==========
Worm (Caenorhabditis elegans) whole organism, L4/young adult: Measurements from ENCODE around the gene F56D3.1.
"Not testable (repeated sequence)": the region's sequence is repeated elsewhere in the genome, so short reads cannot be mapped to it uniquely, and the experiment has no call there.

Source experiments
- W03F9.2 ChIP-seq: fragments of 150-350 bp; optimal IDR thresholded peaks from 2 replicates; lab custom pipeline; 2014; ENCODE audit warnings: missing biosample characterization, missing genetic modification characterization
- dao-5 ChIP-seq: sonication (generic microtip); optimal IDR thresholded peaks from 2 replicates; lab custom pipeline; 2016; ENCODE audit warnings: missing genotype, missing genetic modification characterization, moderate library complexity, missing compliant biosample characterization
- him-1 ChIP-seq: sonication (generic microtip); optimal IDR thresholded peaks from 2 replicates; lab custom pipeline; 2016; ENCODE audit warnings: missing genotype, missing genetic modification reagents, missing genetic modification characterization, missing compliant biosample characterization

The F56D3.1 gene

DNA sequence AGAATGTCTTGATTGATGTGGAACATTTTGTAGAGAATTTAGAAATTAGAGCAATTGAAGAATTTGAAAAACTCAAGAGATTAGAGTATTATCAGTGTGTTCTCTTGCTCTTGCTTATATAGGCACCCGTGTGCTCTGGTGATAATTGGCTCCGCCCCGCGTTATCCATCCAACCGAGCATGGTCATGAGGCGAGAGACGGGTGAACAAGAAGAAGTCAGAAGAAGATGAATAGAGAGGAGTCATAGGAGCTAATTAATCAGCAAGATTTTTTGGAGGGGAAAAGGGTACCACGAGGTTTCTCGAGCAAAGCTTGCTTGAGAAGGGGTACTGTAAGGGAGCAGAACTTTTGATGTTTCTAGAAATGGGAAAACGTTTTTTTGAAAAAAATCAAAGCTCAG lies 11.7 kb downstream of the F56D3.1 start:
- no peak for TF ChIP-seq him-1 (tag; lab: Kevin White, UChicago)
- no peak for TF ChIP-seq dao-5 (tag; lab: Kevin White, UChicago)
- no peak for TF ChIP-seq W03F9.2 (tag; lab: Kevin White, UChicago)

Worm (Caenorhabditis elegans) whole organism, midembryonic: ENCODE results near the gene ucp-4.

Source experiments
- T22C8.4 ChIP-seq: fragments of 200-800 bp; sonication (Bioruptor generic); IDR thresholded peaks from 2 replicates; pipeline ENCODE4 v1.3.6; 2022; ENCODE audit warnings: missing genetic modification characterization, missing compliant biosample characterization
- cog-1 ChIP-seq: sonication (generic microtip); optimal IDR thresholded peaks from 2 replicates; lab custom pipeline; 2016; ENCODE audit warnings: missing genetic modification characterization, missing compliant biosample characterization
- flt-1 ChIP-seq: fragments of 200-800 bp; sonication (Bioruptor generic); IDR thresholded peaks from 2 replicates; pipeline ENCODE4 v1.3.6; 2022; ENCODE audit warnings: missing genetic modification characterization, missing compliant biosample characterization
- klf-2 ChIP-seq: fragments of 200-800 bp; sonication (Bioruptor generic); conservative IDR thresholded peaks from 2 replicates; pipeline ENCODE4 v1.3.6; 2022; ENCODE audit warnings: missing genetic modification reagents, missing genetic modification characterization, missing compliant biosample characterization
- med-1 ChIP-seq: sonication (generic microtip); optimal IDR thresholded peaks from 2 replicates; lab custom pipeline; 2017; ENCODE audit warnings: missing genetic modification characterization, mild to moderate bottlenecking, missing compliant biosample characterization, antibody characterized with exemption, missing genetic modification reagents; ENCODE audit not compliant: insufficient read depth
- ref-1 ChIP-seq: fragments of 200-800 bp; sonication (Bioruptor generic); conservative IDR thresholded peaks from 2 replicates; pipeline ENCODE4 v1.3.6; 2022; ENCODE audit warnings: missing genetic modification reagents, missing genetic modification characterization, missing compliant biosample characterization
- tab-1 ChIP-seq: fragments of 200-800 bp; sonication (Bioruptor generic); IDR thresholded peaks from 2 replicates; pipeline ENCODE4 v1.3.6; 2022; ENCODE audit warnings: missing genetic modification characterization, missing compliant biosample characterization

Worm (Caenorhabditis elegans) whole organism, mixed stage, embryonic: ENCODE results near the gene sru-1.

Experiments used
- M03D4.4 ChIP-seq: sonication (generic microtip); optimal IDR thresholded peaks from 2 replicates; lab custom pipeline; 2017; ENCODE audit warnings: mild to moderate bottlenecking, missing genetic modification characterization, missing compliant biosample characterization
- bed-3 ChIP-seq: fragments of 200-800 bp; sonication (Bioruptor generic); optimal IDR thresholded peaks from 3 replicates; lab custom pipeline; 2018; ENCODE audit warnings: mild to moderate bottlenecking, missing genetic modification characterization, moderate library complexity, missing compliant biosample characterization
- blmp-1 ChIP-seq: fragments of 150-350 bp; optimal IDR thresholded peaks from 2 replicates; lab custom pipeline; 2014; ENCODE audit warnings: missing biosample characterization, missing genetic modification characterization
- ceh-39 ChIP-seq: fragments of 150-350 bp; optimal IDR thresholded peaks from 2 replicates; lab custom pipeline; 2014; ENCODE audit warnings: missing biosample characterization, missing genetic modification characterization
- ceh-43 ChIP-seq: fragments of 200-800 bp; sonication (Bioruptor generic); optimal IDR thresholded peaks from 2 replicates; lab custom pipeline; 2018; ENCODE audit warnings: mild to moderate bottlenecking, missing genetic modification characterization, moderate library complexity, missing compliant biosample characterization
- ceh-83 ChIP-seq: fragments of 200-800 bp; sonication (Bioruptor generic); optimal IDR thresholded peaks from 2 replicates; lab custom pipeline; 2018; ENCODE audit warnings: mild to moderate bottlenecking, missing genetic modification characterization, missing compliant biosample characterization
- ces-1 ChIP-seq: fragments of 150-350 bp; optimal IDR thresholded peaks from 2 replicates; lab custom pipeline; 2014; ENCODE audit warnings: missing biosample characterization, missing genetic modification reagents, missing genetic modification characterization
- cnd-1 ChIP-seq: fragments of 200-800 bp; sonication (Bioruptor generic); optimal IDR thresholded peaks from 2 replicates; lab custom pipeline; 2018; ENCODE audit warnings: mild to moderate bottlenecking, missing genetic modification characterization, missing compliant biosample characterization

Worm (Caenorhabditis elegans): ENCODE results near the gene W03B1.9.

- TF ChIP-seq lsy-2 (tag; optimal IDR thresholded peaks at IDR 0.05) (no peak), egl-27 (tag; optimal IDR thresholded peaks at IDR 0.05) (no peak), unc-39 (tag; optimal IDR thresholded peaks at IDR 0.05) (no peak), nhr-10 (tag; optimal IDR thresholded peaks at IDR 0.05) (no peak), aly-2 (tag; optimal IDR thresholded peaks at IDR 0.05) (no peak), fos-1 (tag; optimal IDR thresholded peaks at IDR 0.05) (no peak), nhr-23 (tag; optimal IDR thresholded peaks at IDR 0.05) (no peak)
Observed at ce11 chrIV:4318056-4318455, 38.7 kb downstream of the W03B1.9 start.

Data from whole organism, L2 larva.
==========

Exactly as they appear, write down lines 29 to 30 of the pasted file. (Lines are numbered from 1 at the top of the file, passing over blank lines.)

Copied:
- ces-1 ChIP-seq: fragments of 150-350 bp; optimal IDR thresholded peaks from 2 replicates; lab custom pipeline; 2014; ENCODE audit warnings: missing biosample characterization, missing genetic modification reagents, missing genetic modification characterization
- cnd-1 ChIP-seq: fragments of 200-800 bp; sonication (Bioruptor generic); optimal IDR thresholded peaks from 2 replicates; lab custom pipeline; 2018; ENCODE audit warnings: mild to moderate bottlenecking, missing genetic modification characterization, missing compliant biosample characterization